Library meeting room H137, 1000 SE Regatta Dr. Call 675-5115 or visit www.snoisle.org.
Don’t get burned out If you feel like diabetes takes too much of your energy, is controlling your life, or that diabetes management is more failure than success, then you might benefit from Diabetes Burnout Series, groups meeting Mondays at 6:30 p.m. in conference room B at Whidbey General Hospital Feb. 27 and March 26. To register email milled@whidbeygen. org or call 360-678-7656 ext. 2661.
Pre-war blues comes to the library
AARP provides free tax preparation
Relax and enjoy the finger picking delights of acclaimed guitarist Chris Brokaw as he plays pre-World War II country blues songs Feb. 27 at 3 p.m. at the Oak Harbor Library, and 5:30 p.m. at the Coupeville Library. This is part of the Music in the Stacks series. Call 675-5115 or visit www.sno-isle.org.
AARP Tax-Aide will provide free tax return preparation at Oak Harbor Library room 137 Tuesdays through April 10 from 12:30 p.m. to 6 p.m. Appointments are recommend; contact John at 678-1117 or lc.whidbey.aarp.taxaide@ gmail.com.
Get help finding a job Join the Job Club Mondays at 1 p.m. for free help finding a job. The club is located in the Oak Harbor
Get Help for a hurting heart DivorceCare is a divorce recovery seminar and support group. The cost of the program is $25, but scholarships are available.
The Deception Pass Sail and Power Squadron will conduct a boating safety class at the fire station in Greenbank starting Feb. 28. The class will meet Tuesdays and Thursdays at 6 p.m. In addition to learning the fundamentals of safe boating, the class qualifies students for their Washington Boating Card. Contact 679-7435, or 678-2286, to register.
PBY meeting features Canadian The PBY Memorial Foundation will hold its monthly luncheon Feb. 28 at 11:30 a.m. at the CPO Club on Ault Field Road. Speakers will be Dave Morrier and Svend Raun (Canadian Vets) who will talk about Canadian Military Aviation after World War II and the development of the Avro Aero program. Call 675-1102.
eBooks are easy Join Sno-Isle Libraries staff at Whidbey Coffee in Oak Harbor Feb. 28 at 6 p.m. to learn how to download free eBooks, audiobooks, movies and music from the Sno-Isle Libraries website. Space is limited so pre-register by calling 6755115. See activities, A17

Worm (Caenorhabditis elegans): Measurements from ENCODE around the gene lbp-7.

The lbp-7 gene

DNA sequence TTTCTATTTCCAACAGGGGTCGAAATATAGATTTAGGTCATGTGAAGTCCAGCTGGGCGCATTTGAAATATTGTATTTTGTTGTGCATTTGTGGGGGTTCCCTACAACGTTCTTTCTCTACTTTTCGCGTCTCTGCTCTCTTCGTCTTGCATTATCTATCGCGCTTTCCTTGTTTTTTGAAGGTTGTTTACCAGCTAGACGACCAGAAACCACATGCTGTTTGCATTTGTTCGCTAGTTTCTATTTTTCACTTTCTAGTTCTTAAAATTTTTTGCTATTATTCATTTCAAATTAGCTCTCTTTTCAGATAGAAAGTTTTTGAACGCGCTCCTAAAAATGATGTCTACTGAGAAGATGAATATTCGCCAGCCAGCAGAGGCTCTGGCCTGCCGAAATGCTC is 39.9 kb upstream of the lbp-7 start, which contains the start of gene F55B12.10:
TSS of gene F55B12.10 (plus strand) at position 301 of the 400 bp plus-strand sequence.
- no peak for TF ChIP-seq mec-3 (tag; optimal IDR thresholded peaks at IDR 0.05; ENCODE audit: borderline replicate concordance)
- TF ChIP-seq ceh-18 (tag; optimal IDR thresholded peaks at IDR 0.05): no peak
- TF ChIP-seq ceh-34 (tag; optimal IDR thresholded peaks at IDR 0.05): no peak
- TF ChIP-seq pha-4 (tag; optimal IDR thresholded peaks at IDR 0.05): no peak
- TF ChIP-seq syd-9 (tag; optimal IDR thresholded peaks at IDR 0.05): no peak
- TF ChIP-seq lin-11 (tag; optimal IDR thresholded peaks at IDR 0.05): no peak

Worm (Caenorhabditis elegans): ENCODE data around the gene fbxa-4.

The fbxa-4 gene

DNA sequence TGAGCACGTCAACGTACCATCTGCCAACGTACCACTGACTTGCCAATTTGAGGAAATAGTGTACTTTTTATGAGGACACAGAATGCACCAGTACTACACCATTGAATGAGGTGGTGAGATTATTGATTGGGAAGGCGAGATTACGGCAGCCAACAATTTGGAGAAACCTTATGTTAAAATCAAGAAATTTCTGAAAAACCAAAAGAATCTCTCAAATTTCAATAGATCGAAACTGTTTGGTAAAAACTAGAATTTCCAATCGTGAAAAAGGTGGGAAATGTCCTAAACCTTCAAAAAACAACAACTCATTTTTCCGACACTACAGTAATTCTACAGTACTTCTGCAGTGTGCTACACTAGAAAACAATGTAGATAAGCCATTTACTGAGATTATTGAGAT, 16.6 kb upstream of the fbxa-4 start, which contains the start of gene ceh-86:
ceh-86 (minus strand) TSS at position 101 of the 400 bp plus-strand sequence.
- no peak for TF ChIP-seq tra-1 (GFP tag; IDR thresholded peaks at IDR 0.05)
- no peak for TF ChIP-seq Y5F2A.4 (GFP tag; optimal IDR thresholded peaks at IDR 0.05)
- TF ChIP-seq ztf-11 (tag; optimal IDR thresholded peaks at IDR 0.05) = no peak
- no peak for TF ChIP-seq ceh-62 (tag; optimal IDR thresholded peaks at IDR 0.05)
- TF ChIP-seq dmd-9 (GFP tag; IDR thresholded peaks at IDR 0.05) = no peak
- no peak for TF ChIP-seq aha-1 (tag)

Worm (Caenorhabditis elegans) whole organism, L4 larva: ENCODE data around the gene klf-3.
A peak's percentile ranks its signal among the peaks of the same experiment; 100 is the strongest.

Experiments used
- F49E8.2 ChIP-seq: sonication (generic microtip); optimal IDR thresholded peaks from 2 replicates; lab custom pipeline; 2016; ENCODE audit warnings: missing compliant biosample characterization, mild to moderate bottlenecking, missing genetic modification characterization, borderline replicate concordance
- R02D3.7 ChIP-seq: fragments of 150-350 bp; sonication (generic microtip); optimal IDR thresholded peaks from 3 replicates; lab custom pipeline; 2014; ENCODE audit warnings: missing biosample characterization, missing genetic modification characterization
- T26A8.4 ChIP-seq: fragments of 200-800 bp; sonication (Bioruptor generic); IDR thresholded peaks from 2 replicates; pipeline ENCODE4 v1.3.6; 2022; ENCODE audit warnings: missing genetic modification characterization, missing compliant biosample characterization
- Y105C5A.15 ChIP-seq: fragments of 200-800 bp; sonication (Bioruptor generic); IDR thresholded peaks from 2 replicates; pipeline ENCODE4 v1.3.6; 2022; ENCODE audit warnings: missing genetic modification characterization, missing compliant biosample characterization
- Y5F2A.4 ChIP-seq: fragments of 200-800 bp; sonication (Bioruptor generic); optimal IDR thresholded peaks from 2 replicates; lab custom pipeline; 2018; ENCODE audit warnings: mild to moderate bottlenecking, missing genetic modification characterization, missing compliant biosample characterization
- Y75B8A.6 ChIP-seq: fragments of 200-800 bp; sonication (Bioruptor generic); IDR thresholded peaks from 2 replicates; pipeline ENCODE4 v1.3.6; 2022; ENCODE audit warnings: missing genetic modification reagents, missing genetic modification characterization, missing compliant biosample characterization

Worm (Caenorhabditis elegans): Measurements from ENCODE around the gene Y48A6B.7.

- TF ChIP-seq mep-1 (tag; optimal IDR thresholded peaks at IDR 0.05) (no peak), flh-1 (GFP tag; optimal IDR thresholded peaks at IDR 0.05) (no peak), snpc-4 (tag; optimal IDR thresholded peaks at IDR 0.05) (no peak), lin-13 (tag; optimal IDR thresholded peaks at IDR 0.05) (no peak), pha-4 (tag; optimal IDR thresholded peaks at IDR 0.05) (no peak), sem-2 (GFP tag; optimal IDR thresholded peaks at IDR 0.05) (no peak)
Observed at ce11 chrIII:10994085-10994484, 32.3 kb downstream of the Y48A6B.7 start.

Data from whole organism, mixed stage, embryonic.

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Saturday, February 25, 2012 â€˘ Whidbey News-Times
Saturday, February 25, 2012 • Whidbey News-Times
Activities CONTINUED FROM A15
Wed. Toddlers learn reading skills Ages 18 months to 3 years enjoy music, stories, creative activities and movements
that nurture the desire to read Feb. 28 at 9:30 a.m. and 10:30 a.m. at the Oak Harbor Library, 1000 SE Regatta Dr. Call 675-5115.
Tour new school facilities The maintenance, computer services and warehouse departments of the Oak Harbor School District are hosting an open house for the public to tour the new facilities located behind Oak Harbor High School.
The open house will be held Feb. 29, 3:30 to 5:30 p.m. Call 279-5000.
History Day community night Middle school and high school students will showcase their history day research projects on Leap Day, Feb. 29, 6:30 to 8 p.m. at Home Connection (Clover Valley Elementary). The following topics will be presented: Indian Boarding Schools:
Revolution without Guns; Seattle’s Hooverville: The Precedent for Social and Housing Reform; The Eugenics Movement: Science Negatively Influencing Social Reform; and Equity vs. Equality: Women in the U.S. Military Service Academies.
AARP provides free tax preparation AARP Tax-Aide will provide free tax return preparation at the Coupeville Library Wednesdays
through April 11 from 10:30 a.m. to 3 p.m. Call 678-1117 or lc.whidbey.aarp.taxaide@ gmail.com.
Nothing beats Leap Day lumpia A Leap Day Lumpia Sale, with proceeds to benefit CADA (Citizens Against Domestic & Sexual Abuse), will be held Feb. 29. Fresh cooked lumpier will be available from 10 a.m. to 3 p.m. at HomePlace Special Care, 171 SW Sixth Ave. Oak
Harbor. Call 279-2555.
Babies learn reading skills Wiggle and giggle with your baby through silly stories, happy songs, rhymes and activities that inspire a love of reading with Ready Readers: Baby and Me Storytime Feb. 29 at 9:30 and 10:30 a.m. Storytime will be held at the Oak Harbor Library, located at 1000 SE Regatta Dr. Call 675-5115 or visit www.sno-isle.org.
Come Worship With Us!
Promote Your Place Of Worship In The Whidbey News-Times For Only $11.25/week For A Single Size Ad. Please call 360-675-6611
First United Methodist Church
United Pentecostal Church Sunday Service - Noon Wednesday Bible Study 7pm Pastor Mark Dillon 404-661-4653 email@example.com Mailing Address: 41 NE Midway Blvd Suite 103 Oak Harbor, WA 98277
Whidbey Island Messianic Fellowship Where Yeshua is Lord Come Learn the Hebraic Roots of Your Faith
We welcome you to join us for worship and celebration
Meeting at: The Oak Harbor Christian School Bldg A 675 E. Whidbey Ave. Oak Harbor, WA 360-675-7189 Saturdays at 10:30am
CALVARY APOSTOLIC TABERNACLE (The Pentecostals of Island County)